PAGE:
Composted chicken manure is very high in nitrogen and also has a lot of potassium and phosphorus. The high nitrogen can be dangerous if the manure has not been composted properly. Too much nitrogen can burn or even kill plants. The balanced nutrients of this composted manure make it a very valuable addition to your soil mix. This counts as one of your compost types and if you happen to know someone who keeps chickens you can get the manure for free and compost it yourself. This will save you money and help you find a source of chicken manure that is antibiotic free.

As you know I preach on a regular basis about the awesomeness that is MicroLife fertilizer. I love that it is a convenient pelleted organic fertilizer. Made from dozens of ingredients and those ingredients are listed for you to see. I have always used the regular to great effect but they also have an Ultimate, and Azalea version. Once our soil is built I recommend adding MicroLife per manufacturer instructions every three months or so. If you are in South Texas like I am, we get to grow things year round and that means year round fertilizing, though keep in mind the plants needs. The thing I like about organic fertilizers like this is that they encourage microbial life in the soil and they cannot be washed out be heat and water like non organic fertilizers can. If you are unsure how much to fertilize, remember, you are better safe going light than killing your plant with too much.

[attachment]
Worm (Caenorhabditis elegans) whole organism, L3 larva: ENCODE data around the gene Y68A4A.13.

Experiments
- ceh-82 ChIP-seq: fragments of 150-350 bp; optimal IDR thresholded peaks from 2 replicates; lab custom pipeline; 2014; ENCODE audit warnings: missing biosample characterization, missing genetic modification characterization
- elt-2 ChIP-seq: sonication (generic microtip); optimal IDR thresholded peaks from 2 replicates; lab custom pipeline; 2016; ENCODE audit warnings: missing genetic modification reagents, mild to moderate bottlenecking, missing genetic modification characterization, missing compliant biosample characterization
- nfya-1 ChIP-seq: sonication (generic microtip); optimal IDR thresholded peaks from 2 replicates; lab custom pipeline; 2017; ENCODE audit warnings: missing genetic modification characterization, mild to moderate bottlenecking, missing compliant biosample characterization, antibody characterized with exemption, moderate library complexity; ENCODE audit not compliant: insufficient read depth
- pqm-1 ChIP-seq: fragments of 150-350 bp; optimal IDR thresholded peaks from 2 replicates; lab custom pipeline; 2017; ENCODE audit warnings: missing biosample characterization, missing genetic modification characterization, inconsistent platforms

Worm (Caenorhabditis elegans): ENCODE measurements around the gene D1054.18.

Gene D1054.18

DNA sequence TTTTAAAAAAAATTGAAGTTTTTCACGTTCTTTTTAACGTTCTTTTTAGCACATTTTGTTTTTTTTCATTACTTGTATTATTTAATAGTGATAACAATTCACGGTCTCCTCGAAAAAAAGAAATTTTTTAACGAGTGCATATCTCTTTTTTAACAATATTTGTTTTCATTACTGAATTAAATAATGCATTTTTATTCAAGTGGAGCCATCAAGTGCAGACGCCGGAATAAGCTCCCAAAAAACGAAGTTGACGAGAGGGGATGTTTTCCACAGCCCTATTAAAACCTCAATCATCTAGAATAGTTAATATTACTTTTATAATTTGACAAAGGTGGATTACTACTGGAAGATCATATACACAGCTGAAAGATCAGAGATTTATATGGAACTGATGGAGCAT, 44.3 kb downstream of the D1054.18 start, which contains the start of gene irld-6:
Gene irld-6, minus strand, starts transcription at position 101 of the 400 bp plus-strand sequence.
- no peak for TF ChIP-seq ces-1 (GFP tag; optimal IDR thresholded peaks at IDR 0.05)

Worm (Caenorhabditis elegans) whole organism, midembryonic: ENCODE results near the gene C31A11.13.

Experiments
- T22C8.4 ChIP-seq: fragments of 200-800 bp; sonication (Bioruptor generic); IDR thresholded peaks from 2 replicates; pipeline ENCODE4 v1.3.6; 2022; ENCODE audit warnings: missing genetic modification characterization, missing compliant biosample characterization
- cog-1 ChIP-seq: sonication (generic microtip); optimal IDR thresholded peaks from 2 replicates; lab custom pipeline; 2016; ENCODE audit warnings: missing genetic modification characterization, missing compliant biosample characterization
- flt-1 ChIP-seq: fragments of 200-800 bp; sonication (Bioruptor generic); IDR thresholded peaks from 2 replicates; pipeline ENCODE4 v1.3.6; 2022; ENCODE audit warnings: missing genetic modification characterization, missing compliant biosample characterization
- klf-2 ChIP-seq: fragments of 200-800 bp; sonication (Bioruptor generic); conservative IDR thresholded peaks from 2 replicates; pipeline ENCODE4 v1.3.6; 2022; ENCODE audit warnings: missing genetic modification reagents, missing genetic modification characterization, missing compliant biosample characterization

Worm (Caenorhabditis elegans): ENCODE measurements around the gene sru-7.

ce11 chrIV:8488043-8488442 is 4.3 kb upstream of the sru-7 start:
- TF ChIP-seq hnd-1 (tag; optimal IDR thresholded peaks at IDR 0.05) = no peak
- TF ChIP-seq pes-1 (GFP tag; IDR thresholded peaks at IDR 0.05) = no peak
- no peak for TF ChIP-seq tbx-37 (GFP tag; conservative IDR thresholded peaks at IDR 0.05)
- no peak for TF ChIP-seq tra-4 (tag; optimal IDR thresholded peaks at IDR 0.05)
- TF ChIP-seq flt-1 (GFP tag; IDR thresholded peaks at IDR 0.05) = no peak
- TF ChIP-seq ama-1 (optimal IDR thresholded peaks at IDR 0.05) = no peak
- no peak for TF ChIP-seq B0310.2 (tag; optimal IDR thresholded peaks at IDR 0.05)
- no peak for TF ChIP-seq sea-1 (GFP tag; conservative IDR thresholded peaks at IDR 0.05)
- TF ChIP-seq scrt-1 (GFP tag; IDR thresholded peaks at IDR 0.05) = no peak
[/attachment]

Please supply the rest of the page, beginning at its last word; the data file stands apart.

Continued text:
soil moist is mostly for if you are using your soil as an indoor potting mix. It will keep you from having to water plants as often and the polymer contracts and expands helping to keep the soil less compacted which can be a serious problem for indoor potted plants. The brand you use is not important and as this is not an organic ingredient it can be omitted if you desire but I find it does miracles for my indoor plants when I have to go away for a few days.

kelp meal is a type of seaweed and it makes for a wonderful soil amendment and I also recommend adding it to your compost pile from time to time just toss a handful in as it is a great bioactivator. Meaning it will set the microbes that break down compost into action a lot faster and with all the trace elements that kelp contains it helps promote good healthy diverse soil. When I have a sickly looking plant I use liquid seaweed to perk it back up. It is amazing how well and how quickly it works, just make sure to not over fertilize.